‘Who is this Ingrid Bergman?’
- Stroheim by Arthur Lennig
Kentucky, 514 pp, £25.00, December 1999, ISBN 0 8131 2138 8
- The Adventures of Roberto Rossellini by Tag Gallagher
Da Capo, 802 pp, £16.95, October 1998, ISBN 0 306 80873 0
‘He is the best novelist of the films,’ Erwin Piscator said of Erich von Stroheim, whose Wedding March (1928) he likened to a novel by Balzac. That was the last film Stroheim completed as a director. He may be better known as an actor (‘the man you love to hate’, La Grande Illusion, Sunset Boulevard), but in the history of film he made more of a mark as a director. It was his accumulation of detail that earned Stroheim a place in old film histories as the exemplar of realism. It also added to the cost and length of his pictures. Again and again he ran into trouble with his producers. His films were taken away from him and cut against his wishes – Greed (1924) being the most famous case. After a while nobody would employ him behind the camera; his career as a director lasted barely a decade. This was the second reason for Stroheim’s place in old film histories: he represented the artist at odds with the commercialism of Hollywood. The tendency in more recent film histories has been to regard the artist with suspicion and to side with the ‘genius of the system’; Stroheim’s reputation has suffered as a result.
Arthur Lennig’s new critical biography is not likely to restore it. This is an old-timey book that calls to mind the film societies of another era, the noise of a 16mm projector at the back of the room, the smell of mimeographed programme notes. It tells an interesting story, but Richard Koszarski told it better, with more critical and historical acumen, in his 1983 study, The Man You Loved to Hate. There are still some unresolved points in the story, however. Stroheim himself was an unreliable narrator. Only after his death in 1957 did it come to light that the story he had always told of aristocratic birth and an army career in imperial Vienna was a fabrication. In fact he was the son of a Jewish hatter – no ‘von’ in his name – and the Austrian Army turned him down. If he lied about his Austrian past, then perhaps he was lying about his apprenticeship with D.W. Griffith. He claimed to have played bit parts in The Birth of a Nation and Intolerance, and to have learned film-making by watching and assisting Griffith. Lennig disputes this. Largely on the basis of an interview with Joseph Henabery, who played Lincoln in The Birth of a Nation, he denies that Stroheim was an actor in either film and generally wants to minimise his association with Griffith – though later he reports that in the early 1940s, when Stroheim was acting in a stage production of Arsenic and Old Lace, Griffith visited him in his dressing-room and gave him a kiss. ‘That kiss of the master was the highest honour that could be bestowed on me,’ Stroheim declared. Koszarski was more inclined than Lennig to believe what Stroheim said about Griffith. One story Stroheim often told about acting in The Birth of a Nation was that he’d played the part of a man who falls off a roof and had to take the fall three times before Griffith was satisfied. Koszarski found evidence of this in a reel of out-takes from the film that does indeed show someone falling three times from the roof, ‘the work of an inept, though eager, stuntman’. Even if he was not the man in question, Stroheim must have been there during the filming of that scene.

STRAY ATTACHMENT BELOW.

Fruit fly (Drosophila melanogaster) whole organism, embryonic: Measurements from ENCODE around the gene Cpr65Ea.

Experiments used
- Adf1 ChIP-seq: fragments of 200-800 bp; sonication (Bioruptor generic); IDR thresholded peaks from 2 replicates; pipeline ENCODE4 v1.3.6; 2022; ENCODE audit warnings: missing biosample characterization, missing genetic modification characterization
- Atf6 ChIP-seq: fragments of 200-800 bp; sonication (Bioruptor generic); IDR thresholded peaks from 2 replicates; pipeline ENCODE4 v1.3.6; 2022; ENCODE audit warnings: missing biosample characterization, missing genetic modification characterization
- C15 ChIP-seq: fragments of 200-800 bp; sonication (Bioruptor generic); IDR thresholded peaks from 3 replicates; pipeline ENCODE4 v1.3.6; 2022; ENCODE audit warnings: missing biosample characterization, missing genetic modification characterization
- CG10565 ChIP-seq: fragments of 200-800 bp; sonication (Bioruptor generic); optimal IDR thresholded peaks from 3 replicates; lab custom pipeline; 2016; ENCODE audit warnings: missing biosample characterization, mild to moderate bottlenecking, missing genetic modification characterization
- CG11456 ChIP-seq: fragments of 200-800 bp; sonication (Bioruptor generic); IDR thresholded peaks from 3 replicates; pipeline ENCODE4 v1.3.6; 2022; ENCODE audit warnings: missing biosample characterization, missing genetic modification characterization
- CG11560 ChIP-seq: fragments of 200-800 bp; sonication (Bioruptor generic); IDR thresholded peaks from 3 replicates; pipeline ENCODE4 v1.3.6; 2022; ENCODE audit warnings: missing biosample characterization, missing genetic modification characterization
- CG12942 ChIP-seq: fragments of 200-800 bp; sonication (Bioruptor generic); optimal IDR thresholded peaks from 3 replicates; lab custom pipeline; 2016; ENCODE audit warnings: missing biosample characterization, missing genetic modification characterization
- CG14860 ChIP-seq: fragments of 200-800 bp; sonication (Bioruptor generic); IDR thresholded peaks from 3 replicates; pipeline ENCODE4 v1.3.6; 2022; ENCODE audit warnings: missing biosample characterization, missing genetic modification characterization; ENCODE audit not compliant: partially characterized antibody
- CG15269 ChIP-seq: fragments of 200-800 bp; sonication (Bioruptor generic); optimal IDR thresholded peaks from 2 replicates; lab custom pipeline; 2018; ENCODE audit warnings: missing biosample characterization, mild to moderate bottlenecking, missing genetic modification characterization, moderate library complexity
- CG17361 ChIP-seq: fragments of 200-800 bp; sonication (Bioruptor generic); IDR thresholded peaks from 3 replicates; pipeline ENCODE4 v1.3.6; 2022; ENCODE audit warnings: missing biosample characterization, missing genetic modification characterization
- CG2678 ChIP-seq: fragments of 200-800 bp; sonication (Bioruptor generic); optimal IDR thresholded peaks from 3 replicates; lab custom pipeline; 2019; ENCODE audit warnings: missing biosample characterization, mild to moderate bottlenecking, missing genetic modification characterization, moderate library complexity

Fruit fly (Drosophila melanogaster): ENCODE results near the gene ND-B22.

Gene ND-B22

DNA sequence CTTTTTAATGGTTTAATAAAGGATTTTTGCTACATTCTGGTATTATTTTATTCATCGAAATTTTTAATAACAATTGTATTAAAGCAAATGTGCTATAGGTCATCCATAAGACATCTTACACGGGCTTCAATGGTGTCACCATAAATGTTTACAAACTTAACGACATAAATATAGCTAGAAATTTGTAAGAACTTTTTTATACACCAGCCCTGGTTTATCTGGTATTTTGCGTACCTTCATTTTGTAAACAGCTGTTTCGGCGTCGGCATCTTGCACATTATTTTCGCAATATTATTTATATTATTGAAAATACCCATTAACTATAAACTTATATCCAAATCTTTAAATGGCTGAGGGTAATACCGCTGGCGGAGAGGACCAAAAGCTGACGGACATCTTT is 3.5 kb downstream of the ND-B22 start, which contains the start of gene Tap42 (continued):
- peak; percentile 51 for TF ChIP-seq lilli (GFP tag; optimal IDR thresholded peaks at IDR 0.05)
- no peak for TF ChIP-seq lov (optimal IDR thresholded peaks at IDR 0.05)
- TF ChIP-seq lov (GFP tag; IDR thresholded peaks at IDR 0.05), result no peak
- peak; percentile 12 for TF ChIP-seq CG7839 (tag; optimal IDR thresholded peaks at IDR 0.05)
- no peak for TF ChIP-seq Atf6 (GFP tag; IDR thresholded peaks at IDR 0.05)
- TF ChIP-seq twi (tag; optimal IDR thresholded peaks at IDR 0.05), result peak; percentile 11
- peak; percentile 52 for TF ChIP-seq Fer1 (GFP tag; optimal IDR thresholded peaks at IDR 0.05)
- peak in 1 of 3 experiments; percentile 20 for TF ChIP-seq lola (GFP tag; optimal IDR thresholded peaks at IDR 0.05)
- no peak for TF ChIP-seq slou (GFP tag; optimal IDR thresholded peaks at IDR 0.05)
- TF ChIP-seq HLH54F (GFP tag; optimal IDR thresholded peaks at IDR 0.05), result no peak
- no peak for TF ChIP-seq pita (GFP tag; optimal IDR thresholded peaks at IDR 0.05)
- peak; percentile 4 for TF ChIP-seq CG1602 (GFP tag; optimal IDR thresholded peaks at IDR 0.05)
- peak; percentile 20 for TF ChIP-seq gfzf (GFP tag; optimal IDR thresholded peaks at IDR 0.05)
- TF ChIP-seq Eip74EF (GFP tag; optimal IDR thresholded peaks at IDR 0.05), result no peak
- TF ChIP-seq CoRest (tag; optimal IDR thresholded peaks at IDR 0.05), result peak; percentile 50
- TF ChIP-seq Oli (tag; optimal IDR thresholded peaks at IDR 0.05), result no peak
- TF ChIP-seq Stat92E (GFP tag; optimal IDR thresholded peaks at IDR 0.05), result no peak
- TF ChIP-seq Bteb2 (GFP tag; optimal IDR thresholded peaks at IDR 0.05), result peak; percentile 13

His association with Griffith, which he may have exaggerated to advance his career, has done Stroheim a disservice. He is supposed to have learned film technique from the founding innovator, and to have added ‘realism’ – as if it were merely an ingredient. Griffith’s development of editing broke down the scenes of theatre into the shots of cinema. Each shot is a detail, a section of an implied larger space; a film is put together as a succession of details – not unlike the narrative of particulars that according to Ian Watt constitutes the ‘formal realism’ of the novel. Had Griffith already achieved a novelistic ‘formal realism’? Not exactly. As a storytelling medium, cinema lies somewhere between theatre and the novel, and Griffith remained pretty close to theatre. Even while focusing on details, his camera remained for the most part outside the action, watching it from the standpoint of a theatre-goer, armed with opera glasses for taking a closer look from time to time. Griffith’s close-ups are justly famous, but their intensity is that of theatrical display rather than novelistic intimacy.